No more misery - it only takes one October. Clayton Kershaw's a World Series champion, so let no one ever say nothing good happened in 2020. - Vaswani
Moment of the year
Yeah, the Dodgers, again.
How can Baseball's Ultimate 2020 Moment be anything but Turner celebrating L.A.'s World Series win at Globe Life Field, oh, about an hour or so after he was removed from Game 6 - being played at a neutral site in Texas, mind you - after testing positive for COVID-19? It can't.
The chaotic moments - Turner's sudden departure and reported diagnosis, the Dodgers winning the frigging World Series, and Turner's mask-less face on the field when it was all over - perfectly encapsulated MLB's turbulent short season. The campaign was put on hold because of the coronavirus pandemic, was played and completed in the virus' shadow, and it was wildly fitting - in a twisted, extremely 2020 energy kind of way - that the virus left its mark on Game 6, the eventual champions, and one of the Dodgers' most important players.
After all the madness, I kept and keep coming back to one question: who was going to be the person to keep Turner off the field after L.A. had finally won the title that eluded it, that eluded Turner? No one, it turns out, and as absolutely insane as that seems with more than 350,000 Americans dead from COVID-19, that answer, after all the Dodgers and Turner went through ... sort of makes a little bit of sense to me. - Vaswani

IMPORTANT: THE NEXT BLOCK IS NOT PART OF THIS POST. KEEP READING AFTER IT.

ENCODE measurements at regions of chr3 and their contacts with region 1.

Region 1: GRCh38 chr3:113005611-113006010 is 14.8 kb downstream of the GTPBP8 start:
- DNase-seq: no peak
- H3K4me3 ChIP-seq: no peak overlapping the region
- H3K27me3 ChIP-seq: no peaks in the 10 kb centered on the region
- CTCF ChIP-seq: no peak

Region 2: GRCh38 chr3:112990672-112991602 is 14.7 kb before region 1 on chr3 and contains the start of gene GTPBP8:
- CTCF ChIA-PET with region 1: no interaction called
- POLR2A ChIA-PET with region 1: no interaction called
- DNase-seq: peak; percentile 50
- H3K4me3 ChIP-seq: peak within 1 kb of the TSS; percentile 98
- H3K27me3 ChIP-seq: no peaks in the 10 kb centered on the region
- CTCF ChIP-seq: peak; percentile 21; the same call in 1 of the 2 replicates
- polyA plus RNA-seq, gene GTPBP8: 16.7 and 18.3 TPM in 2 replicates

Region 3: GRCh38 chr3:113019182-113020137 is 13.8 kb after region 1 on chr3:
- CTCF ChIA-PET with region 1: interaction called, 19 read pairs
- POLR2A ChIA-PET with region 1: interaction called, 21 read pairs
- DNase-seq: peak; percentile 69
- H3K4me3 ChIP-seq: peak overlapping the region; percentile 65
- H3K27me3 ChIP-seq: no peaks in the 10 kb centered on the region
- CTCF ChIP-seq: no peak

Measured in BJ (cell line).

It seemed to be a particularly notable year for the deaths of former major-league players. You could have constructed a pretty fine team if you count all the players who contributed at least 10 career bWAR, notwithstanding the lack of a catcher who fit that criterion. There are seven Hall of Famers on the list and we argued this year that Dick Allen should be in the Hall, as well.
|1B||Dick Allen||Bob Watson|
|2B||Joe Morgan*||Tony Taylor||Frank Boiling||Horace Clarke||Glenn Beckert|
|3B||Denis Menke||Eddie Kasko|
|CF||Jimmy Wynn||Jay Johnstone|
|RF||Al Kaline*||Claudell Washington|
|P||Tom Seaver*||Bob Gibson*||Whitey Ford*||Phil Niekro*||Johnny Antonelli|
|P||Lindy McDaniel||Ron Perranoski||Mike McCormack||Don Larsen|
|MGR||John McNamara||Jim Frey||Kasko|
*Hall of Famer
As a group, these players appeared in 115 All-Star Games and collected 35 Gold Gloves, seven Cy Young Awards, four MVP trophies, and one rookie of the year award. The three late managers all appeared in at least 600 games in the role, led by McNamara's 2,395. - Spurrier
- Boone: Yankees 'should be ticked off' after shutout loss to Blue Jays
- Josh Naylor talks hockey, return from gruesome injury, and his new swing
- Astros' Alvarez transported to hospital after feeling ill on field
- McKenzie strikes out career-high 14 as Guardians rally to beat White Sox
- Padres' Snell cleared to pitch after car struck by suspected drunk driver